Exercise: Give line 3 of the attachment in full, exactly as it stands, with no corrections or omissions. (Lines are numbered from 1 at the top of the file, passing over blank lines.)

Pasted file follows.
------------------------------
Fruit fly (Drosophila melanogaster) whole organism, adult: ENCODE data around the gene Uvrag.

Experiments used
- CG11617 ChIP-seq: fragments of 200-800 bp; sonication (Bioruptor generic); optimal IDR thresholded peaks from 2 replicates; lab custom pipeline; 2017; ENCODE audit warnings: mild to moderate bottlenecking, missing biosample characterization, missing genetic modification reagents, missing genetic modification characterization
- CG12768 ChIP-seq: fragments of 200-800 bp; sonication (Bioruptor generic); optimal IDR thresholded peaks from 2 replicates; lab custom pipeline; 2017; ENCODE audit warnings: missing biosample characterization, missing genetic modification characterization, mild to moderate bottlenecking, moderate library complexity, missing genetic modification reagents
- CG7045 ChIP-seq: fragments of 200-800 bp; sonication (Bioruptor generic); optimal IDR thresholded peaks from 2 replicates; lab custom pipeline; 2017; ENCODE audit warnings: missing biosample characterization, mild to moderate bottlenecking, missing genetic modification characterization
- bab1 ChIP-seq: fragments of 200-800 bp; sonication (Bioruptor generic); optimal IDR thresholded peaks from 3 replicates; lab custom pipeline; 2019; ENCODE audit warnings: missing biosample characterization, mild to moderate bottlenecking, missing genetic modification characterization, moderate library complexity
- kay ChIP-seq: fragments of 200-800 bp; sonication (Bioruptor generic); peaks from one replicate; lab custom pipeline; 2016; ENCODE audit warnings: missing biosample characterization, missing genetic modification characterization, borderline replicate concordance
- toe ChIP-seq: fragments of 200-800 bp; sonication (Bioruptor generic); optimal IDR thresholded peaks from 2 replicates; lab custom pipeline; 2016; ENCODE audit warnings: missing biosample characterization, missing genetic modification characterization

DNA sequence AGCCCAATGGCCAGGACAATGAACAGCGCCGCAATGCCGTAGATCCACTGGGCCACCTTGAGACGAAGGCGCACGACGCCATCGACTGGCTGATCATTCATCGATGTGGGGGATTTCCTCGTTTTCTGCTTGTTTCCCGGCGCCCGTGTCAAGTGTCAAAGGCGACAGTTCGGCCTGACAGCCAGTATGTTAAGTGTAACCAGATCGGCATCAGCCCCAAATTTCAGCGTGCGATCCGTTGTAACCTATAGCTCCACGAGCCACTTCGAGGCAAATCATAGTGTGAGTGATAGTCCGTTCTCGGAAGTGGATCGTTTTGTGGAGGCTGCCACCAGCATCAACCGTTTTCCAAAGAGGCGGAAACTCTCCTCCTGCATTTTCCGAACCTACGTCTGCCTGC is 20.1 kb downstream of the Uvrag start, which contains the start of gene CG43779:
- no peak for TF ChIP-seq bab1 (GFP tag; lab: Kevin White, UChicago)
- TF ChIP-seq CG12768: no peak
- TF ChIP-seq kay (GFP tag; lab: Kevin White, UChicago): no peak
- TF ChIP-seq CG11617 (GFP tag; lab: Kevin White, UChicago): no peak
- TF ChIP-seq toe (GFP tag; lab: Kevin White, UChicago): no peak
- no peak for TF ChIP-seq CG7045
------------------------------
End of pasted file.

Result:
- CG11617 ChIP-seq: fragments of 200-800 bp; sonication (Bioruptor generic); optimal IDR thresholded peaks from 2 replicates; lab custom pipeline; 2017; ENCODE audit warnings: mild to moderate bottlenecking, missing biosample characterization, missing genetic modification reagents, missing genetic modification characterization